By John Krull
INDIANAPOLIS – At least we will know more.
This is how we should look at the investigations launched by the U.S. House of Representatives into the affairs of President Donald Trump.
Once the investigations are over, we will know some things that we don’t know now. We will find out the degree to which Russia attempted to influence the 2016 election. We will learn whether the president violated campaign finance laws by paying women to stay silent about affairs he may have had with them. We will discover if the president’s complicated financial and business dealings have broken any laws.
John Krull, publisher, TheStatehouseFile.com
All of this is important to know.
The president and his followers, of course, don’t see it that way.
They say these investigations are partisan. For that reason, they say, it’s wrong for the House to investigate the president.
The investigations in the House will be partisan. That’s the nature of such things.
These investigations and hearings will be partisan in the same way that the then-Republican-controlled House’s investigations into Benghazi and Hillary Clinton’s actions were partisan.
Republicans who grilled Clinton then had partisan motivations. They wanted to discredit her as a presidential candidate. And they wanted to embarrass President Barack Obama.
But that didn’t mean that the Republican members of the House didn’t have a right to investigate.
In fact, at the time, I wrote that they had a duty to investigate.
And that Clinton and Obama had a duty to answer their questions.
U.S. interests and U.S. laws were involved. The members of the House owed it to the public to check things out.
What was true then is true now.
The evidence that Russia attempted to attack and undermine our elections and our institutions is compelling if not yet conclusive.
The president as both commander-in-chief and the nation’s law enforcement official should be the first to demand that the evidentiary trail be followed to the end. If true, these actions were an attack on the nation, not on him.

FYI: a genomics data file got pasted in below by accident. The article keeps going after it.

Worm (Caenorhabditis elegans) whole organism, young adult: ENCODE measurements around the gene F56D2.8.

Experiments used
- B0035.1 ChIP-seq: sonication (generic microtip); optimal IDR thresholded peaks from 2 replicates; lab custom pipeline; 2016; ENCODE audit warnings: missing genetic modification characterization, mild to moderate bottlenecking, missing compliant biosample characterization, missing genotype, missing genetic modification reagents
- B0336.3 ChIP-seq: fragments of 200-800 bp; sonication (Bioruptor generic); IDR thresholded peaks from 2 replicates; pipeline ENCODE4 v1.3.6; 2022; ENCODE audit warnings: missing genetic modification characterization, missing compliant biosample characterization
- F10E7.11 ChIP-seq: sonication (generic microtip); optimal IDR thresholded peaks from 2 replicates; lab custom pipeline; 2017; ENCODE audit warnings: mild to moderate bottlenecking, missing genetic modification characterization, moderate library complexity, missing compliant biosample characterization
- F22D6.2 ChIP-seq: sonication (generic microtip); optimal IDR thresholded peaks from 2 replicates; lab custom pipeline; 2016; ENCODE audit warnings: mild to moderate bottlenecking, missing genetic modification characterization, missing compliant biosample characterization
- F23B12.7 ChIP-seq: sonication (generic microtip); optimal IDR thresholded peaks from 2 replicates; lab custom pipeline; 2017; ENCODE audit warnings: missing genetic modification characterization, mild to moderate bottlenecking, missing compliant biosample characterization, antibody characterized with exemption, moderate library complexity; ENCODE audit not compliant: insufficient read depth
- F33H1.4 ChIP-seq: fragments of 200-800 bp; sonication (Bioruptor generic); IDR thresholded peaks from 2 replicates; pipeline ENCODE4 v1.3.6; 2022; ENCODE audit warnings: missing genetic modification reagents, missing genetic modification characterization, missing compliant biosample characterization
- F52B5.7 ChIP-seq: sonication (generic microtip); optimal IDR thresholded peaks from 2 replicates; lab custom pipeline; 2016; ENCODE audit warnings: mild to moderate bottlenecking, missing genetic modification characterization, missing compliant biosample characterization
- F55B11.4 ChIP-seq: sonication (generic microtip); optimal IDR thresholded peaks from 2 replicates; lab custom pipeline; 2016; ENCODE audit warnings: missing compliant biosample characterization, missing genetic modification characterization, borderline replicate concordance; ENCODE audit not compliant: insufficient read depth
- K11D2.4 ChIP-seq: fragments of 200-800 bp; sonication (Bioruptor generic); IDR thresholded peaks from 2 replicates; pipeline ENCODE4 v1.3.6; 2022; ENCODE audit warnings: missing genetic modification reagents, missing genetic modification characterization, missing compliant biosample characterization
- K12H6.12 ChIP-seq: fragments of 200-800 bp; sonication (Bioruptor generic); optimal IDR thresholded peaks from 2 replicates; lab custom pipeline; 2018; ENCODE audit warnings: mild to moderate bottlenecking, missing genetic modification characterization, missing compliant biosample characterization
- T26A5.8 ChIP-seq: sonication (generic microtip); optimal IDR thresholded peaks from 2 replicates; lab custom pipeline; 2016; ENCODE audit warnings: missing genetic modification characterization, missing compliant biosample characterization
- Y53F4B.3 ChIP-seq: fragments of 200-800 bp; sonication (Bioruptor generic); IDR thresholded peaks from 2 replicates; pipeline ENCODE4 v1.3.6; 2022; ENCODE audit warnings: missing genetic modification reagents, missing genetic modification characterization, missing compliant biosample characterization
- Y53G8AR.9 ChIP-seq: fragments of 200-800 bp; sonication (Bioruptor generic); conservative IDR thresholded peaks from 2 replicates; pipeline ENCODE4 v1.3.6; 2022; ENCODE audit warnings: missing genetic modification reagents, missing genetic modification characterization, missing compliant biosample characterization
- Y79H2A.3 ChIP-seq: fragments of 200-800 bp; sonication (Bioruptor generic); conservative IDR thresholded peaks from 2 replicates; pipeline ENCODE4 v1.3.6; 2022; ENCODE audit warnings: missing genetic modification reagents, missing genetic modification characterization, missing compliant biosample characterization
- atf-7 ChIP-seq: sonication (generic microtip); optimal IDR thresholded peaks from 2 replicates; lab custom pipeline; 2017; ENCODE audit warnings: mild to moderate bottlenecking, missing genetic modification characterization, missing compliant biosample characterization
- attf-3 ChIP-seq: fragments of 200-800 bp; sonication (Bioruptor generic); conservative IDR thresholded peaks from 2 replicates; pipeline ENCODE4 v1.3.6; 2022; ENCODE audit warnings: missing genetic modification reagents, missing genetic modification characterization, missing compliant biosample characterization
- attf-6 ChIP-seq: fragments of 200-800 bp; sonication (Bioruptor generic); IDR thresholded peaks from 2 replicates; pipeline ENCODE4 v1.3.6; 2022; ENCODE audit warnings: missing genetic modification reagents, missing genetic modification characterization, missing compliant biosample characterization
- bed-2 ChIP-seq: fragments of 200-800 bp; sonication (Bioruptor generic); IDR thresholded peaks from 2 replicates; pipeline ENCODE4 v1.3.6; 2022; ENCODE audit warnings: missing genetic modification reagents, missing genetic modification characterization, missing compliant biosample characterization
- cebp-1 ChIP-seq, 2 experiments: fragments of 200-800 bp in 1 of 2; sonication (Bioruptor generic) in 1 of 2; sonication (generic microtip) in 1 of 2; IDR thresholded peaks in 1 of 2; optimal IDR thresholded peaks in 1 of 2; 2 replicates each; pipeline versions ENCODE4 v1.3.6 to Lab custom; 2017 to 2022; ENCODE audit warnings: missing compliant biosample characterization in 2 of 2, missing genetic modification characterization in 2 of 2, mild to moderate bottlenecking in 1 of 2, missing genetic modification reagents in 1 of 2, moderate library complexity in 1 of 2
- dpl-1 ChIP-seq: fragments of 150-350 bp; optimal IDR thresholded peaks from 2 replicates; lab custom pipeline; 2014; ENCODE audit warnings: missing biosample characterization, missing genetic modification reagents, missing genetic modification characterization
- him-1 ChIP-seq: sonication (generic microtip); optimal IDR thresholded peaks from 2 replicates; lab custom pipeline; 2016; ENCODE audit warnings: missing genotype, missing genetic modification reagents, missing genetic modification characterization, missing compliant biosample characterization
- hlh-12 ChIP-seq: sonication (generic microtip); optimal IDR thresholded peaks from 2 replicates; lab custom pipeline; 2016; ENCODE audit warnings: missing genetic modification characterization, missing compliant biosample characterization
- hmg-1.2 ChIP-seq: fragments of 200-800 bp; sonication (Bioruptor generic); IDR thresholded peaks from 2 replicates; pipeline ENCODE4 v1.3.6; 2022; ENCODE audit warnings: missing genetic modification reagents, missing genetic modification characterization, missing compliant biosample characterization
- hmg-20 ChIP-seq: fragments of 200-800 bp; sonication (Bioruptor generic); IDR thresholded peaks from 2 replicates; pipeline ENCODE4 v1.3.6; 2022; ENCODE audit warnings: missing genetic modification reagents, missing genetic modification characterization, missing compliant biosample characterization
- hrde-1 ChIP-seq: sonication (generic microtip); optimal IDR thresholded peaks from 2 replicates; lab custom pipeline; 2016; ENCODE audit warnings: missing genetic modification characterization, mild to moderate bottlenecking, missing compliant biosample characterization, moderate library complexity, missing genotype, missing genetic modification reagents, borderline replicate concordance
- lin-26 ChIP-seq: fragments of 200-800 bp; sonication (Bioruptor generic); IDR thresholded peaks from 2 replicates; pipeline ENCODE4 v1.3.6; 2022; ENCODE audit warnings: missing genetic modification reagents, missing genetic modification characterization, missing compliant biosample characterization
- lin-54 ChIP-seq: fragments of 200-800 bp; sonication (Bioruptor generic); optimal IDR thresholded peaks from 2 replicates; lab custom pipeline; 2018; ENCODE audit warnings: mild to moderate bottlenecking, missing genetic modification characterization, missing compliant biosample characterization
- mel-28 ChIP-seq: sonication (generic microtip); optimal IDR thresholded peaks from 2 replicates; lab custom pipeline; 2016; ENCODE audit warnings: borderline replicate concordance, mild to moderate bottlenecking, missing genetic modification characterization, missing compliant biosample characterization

And Donald Trump took an oath to defend the nation.
The same goes for the other matters the Democrats in the House want to investigate. If, as he says, the president has done nothing wrong, then the evidence should reflect that.
Either way, he has a duty to submit to the investigation because he is the president.
That makes him the human equivalent of public property.
None of this means, though, the congressional hearings won’t provide moments – many moments – of polarizing political theater. They will.
Democrats will try to put the president and his colleagues, current or erstwhile, in the worst possible light. Republicans will attempt to discredit witnesses critical of the Trump administration and the motives of the Democrats asking questions.
It’s a human process, so every human failing – blind ambition, seething resentment, short-sighted mistrust, etc. – will be on full display.
These natural tendencies will be exacerbated by the hyper-partisan tenor of these times.
I wrote when Clinton was being investigated that there were few people in the country who hadn’t already made up their minds before the hearings even began. Many were ready to convict her without a trial. Many others were just as ready to acquit her. Again, without a trial.
Once more, what was true then is true now.
Most of the people in this country already have made their minds up about Donald Trump, one way or the other. The chances that congressional hearings will do anything to change the feelings of either Trump idolaters or Trump haters is miniscule.
But that’s not the reason to conduct investigations and hold hearings.
There are some of us – admittedly, fewer and fewer – who think the reason to ask questions is because we don’t know the answers. We don’t know if or how much Russia affected our election. We don’t know if the president has broken the law – or if any of his lawbreaking, if it did occur, is so important that we should set aside the results of a national election for the first time in our nation’s history.
To find out, we’ll have to go through a process that often will be nasty, divisive and painful.
But, at the end of it, at least we’ll know more.
John Krull is director of Franklin College’s Pulliam School of Journalism, host of “No Limits” WFYI 90.1 Indianapolis and publisher of TheStatehouseFile.com, a news website powered by Franklin College journalism students.